The MSBS-762N has two different configurations; one with a 508 mm (20 in) barrel with a fixed adjustable stock and the other with 406 mm (16 in) barrel with the MSBS Grot C's adjustable side-folding stock. Both configurations are part of part of the MSBS family and some of the parts of the rifle, such as, the stock, handguard, pistol grip, and trigger are interchangeable between 5.56m and 7.62m models.[12][13]

The MSBS-762N is designed as a semi-automatic rifle but project engineers declared that a fully automatic configuration can be developed if required.[12]

In September, 2019 the MSBS-762N was officially announced at MSPO 2019.[13]

Users[edit]

Current users[edit]

  •  Poland: Around 800 MSBS Grot R 20 FB-M1 and MSBS Grot R 20 FB-M2 are in use or on order, and around 53,000 MSBS Grot C 16 FB-M1 are on order. Some of them will be equipped with a grenade launcher.[14][15][3]

Potential users[edit]

Failed bids[edit]

See also[edit]

References[edit]

  1. ^ "Altair Agencja Lotnicza". Altair.com.pl. Retrieved 27 December 2017.
  2. ^ "Altair Agencja Lotnicza". Altair.com.pl. Retrieved 27 December 2017.
  3. ^ a b "Umowa na 53 tysiące karabinków Grot. W tym roku armia dostanie tysiąc sztuk". Polskieradio.pl. Retrieved 27 December 2017.
  4. ^ "Radon MSBS-5.56: Poland's New Battle Rifle". Small Arms Defense Journal. 29 May 2015. Retrieved 7 December 2015.
  5. ^ ""Nowy MSBS-5,56"". Altair.com.pl. Retrieved 27 December 2017.
  6. ^ "Nowa Technika Wojskowa: "Nowy MSBS-5,56"". Magnum-x.pl. Retrieved 27 December 2017.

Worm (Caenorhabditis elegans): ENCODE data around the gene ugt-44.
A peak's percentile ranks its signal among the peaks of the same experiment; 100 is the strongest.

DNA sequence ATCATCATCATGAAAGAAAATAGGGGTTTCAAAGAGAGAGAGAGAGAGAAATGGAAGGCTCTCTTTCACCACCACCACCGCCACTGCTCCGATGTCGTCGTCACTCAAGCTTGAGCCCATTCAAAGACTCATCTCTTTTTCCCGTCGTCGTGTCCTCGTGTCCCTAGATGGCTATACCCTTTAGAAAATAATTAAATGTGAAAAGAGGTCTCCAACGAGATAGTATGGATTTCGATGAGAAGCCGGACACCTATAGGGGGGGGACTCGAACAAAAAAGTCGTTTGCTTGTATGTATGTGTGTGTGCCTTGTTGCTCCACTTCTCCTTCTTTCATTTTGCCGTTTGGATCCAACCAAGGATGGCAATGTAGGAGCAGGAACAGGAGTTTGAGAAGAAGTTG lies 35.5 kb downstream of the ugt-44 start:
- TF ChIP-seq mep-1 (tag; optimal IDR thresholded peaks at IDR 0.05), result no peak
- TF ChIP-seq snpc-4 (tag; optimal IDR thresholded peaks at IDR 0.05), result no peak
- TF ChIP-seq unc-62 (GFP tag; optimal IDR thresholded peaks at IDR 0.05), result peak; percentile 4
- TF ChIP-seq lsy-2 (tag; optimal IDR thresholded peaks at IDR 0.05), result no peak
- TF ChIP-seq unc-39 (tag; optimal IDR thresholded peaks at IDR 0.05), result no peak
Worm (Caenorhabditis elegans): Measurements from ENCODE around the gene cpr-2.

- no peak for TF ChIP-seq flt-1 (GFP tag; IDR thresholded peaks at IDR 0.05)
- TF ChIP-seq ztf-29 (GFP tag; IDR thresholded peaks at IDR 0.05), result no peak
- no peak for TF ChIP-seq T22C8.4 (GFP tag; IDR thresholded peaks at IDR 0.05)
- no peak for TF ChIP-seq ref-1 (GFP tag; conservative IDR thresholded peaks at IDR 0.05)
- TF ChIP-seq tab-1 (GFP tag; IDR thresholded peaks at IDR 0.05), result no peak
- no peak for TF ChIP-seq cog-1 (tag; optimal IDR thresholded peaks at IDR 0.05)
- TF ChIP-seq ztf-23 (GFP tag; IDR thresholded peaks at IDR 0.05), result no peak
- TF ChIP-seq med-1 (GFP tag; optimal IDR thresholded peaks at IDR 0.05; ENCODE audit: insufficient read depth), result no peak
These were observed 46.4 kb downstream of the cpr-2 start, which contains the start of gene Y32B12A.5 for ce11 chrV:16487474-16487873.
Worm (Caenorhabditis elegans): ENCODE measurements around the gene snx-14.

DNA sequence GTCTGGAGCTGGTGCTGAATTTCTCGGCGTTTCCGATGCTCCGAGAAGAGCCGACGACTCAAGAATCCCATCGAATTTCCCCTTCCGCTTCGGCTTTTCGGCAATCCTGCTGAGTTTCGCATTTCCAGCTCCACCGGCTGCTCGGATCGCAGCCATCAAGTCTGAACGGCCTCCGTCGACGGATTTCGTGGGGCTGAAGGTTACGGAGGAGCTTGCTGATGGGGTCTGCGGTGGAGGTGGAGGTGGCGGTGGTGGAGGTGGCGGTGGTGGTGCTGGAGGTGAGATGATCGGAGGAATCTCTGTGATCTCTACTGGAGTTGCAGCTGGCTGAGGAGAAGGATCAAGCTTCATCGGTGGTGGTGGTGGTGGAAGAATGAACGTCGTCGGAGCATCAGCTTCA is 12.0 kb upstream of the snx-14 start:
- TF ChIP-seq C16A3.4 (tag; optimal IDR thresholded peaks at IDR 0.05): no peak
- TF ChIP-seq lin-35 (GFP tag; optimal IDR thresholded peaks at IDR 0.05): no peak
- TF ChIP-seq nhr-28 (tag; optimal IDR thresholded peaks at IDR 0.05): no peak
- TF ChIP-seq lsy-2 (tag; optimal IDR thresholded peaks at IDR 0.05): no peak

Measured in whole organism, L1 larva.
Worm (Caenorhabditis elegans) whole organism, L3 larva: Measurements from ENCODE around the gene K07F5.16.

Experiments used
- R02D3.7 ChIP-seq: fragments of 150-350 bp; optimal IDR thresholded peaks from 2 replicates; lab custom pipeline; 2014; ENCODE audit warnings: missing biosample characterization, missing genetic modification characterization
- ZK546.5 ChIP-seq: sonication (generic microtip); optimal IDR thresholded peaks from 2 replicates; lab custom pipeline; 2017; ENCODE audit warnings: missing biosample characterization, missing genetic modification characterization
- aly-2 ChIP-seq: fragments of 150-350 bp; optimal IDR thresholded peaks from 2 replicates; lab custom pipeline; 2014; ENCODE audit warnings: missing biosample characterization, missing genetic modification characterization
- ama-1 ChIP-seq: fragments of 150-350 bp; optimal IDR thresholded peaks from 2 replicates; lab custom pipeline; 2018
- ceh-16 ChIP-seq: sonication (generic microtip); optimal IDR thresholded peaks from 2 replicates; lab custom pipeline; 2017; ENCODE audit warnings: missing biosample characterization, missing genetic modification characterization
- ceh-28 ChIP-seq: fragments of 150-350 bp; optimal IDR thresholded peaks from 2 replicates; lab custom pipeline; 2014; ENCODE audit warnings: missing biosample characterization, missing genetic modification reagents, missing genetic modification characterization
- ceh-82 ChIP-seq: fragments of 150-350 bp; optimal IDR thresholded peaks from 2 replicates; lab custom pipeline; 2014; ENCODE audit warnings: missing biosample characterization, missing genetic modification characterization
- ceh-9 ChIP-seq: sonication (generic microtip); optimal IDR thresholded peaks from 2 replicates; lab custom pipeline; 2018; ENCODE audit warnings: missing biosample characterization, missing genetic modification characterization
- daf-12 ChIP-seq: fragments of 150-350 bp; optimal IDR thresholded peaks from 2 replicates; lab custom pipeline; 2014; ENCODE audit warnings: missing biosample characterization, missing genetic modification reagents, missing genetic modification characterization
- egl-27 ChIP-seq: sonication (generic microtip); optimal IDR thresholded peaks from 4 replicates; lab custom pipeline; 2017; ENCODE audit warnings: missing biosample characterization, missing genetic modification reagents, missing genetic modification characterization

7. ^ "MSBS "Radon" Rifle: US Launch & Impressions". The Firearm Blog. 23 January 2015. Retrieved 7 August 2015.
  8. ^ Remigiusz, Wilk (13 February 2018). "Poland introduces Grot rifle". IHS Jane's 360. Warsaw. Archived from the original on 14 February 2018. Retrieved 14 February 2018.
  9. ^ twobirdsflyingpub (29 June 2018). "PGZ SMALL ARMS–EUROSATORY 2018 (CONTINUED)". FOG HORN. Retrieved 17 November 2019.
  10. ^ "» MSBS". Fabrykabroni.pl. Retrieved 13 August 2017.
  11. ^ "Polish Rifles for the Polish Armed Forces. MSBS Modular Firearms System". Defence24.com. Retrieved 13 August 2017.
  12. ^ a b c Out! #21, Frag (2 September 2018). "FB Radom MSBS-7,62N .308 Win". Frag Out! Magazine. Retrieved 17 November 2019.
  13. ^ a b www.armyrecognition.com https://www.armyrecognition.com/mspo_2019_news_official_show_daily/mspo_2019_new_sniper_rifle_based_on_msbs-grot_assault_rifle.html. Retrieved 17 November 2019. Missing or empty |title= (help)
  14. ^ "grot-dla-co-trzeciego-polskiego-zolnierza-podpisano-zamowienia". Defence24.com. Retrieved 3 October 2019.
  15. ^ "53 Thousand Grot Rifles for the Polish Armed Forces. Contract Concluded - Defence24.com". www.defence24.com. Retrieved 17 November 2019.
  16. ^ http://www.defence24.com/first-batch-of-the-msbs-grot-rifles-symbolically-received-by-the-polish-territorial-defence-forces#top-carousel
  17. ^ https://www.milmag.pl/news/view?news_id=1761
  18. ^ https://quwa.org/2017/11/20/pakistani-delegation-visited-poland-discuss-potential-assault-rifle-program/
  19. ^ Reisenbuk, Karel (22 November 2017). "Kaitseväe automaatrelvade hankele kvalifitseerus üheksa tootjat". www.postimees.ee (in Estonian). Retrieved 6 August 2018.
  20. ^ Lauri, Vahur (31 January 2018). "Automaatrelvade hankele esitas pakkumuse neli tootjat". www.err.ee (in Estonian). Retrieved 6 August 2018.

Other sources[edit]

External links[edit]